May 30, 2013

Warning, some readers may find this post triggering.

The hospital is hot like always but I don't remove my coat.

I'm ushered in through the door and sit alone.

People stare at me but I shy from their gaze. I hear the usual medical jargon and exasperation at the lack of beds.

I walk into another room and wonder why the nurse hides the code from me. Usually I would be trying to see the code so I can get back in.

I'm no longer the doctor. I'm the patient.

Then I remember. I'm no longer the doctor. I'm the patient. I'm here for my own safety.

Earlier that day, I left my house without thinking. No socks, no oyster card, no money, no keys. I found myself gazing longingly at the train tracks.

The tears come thick and fast. I must look "crazy", perhaps I am? Sometime after I find myself walking towards my GP. She sends me to hospital.

The realisation that I am no longer strong enough to look after myself hits me when I am finally seen by a doctor at 1am. I'm no longer "normal."

I find it strange that I am allowed my shoelaces but not my phone cable. (The idiosyncrasies of the NHS never fail to amuse me).

I spend my first night under watch. The light glows red above me, for I am not allowed to sleep without being watched. For a moment I giggle to myself as the light conveys the slight tinge of district of ill repute. I catch myself, does my giggle betray my mental state. Is anyone really watching? Am I really all alone.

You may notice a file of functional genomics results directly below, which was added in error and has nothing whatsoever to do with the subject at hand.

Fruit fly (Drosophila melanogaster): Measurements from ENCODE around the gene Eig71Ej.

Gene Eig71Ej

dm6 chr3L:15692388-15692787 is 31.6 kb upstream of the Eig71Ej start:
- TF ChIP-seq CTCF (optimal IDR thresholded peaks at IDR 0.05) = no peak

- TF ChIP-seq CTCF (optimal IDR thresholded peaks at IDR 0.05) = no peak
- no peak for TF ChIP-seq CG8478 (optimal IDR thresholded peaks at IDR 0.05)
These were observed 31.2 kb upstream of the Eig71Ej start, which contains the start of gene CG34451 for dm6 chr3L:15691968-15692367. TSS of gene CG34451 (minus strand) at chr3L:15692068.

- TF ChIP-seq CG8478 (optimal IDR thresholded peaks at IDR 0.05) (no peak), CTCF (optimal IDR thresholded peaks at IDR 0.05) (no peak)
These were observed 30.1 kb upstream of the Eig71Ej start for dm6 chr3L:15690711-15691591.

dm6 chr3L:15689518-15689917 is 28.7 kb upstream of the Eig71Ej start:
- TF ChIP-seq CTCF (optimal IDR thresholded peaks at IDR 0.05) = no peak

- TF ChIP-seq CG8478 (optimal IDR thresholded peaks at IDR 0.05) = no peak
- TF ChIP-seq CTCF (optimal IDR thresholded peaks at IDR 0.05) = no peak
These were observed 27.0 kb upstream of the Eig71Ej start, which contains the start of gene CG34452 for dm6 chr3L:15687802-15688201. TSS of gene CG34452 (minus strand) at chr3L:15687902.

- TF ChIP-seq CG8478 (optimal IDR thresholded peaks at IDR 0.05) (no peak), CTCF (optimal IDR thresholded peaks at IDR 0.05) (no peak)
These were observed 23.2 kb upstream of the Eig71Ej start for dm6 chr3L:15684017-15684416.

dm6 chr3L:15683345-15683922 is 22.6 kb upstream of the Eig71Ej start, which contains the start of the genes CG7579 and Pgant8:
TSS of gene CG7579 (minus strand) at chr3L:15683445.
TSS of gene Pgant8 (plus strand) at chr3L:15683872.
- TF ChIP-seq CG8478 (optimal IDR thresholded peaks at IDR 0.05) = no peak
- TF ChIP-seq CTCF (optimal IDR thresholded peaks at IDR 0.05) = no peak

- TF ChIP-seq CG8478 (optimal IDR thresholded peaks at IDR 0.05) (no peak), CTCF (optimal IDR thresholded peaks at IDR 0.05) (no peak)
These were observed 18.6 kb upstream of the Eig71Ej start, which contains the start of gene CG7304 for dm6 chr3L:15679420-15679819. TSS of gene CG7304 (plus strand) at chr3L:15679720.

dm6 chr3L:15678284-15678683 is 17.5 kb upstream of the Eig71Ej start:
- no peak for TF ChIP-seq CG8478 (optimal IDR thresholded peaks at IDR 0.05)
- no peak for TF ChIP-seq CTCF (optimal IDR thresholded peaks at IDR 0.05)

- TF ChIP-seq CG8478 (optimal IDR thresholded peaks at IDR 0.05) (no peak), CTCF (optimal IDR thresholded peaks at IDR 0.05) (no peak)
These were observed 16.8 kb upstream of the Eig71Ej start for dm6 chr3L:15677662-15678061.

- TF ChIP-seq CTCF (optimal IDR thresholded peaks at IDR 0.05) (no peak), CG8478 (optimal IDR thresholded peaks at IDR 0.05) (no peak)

I wake up. I find myself in a long stay unit as there are no beds on the assessment ward.

I'm not like the other patients. I'm not broken.

I want to stay away from the other patients. I don't want to be infected. I feel so dirty. I don't want to be here. I'm not like the other patients. I'm not broken.

I avoid their looks and their attempts to converse. Their stilted language just enforces the fact that they are institutionalised. I hide in my room.

(Not that I am seen by anyone other than the nurses, the doctors are too busy they say, too busy to see a new patient, that is a failure on their part)

I have time to think.

I finally relent and join in on the ward. I begin to enjoy the routine. I realise the other patients aren't my enemy. They aren't infected. They make me see that I can perhaps get better. I will be forever grateful for the few conversations I experienced.

I realise that, despite my senior colleagues making me feel that I should be ashamed or that doctors do not experience mental illness, there is no shame greater than the shame I foist upon myself.

Mental ill health is talked about in whispers

Mental illness affects so many of us and yet we are led to believe that only a few really experience it or that perhaps no-one experiences it at all. Mental ill health is talked about in whispers or floridly by celebrities. You are either well or not.

The fact so little is known about mental health only amplifies my shame. I can't be right, I must be wrong. The point at which my opinion of myself is at its lowest is compounded by the fact people also think you are useless (or at the very least you think they do).

I did leave hospital but I am still not well. Recovering from mental illness is a long path, far longer than I ever could have imagined. Perhaps I will never be "well" but I will be well enough to be me again.

When you are in its grip, shame is omnipresent. Yet shame is not you. If I could ask you to remember one thing, it would be that. The shame you feel from mental illness is not real. It is a product of the environment in which we live and I for one will gladly cast it aside, or at the very least stomp on it a little.

One day at a time. It feels so very much but it's the best that I can do, and all we can do is try.

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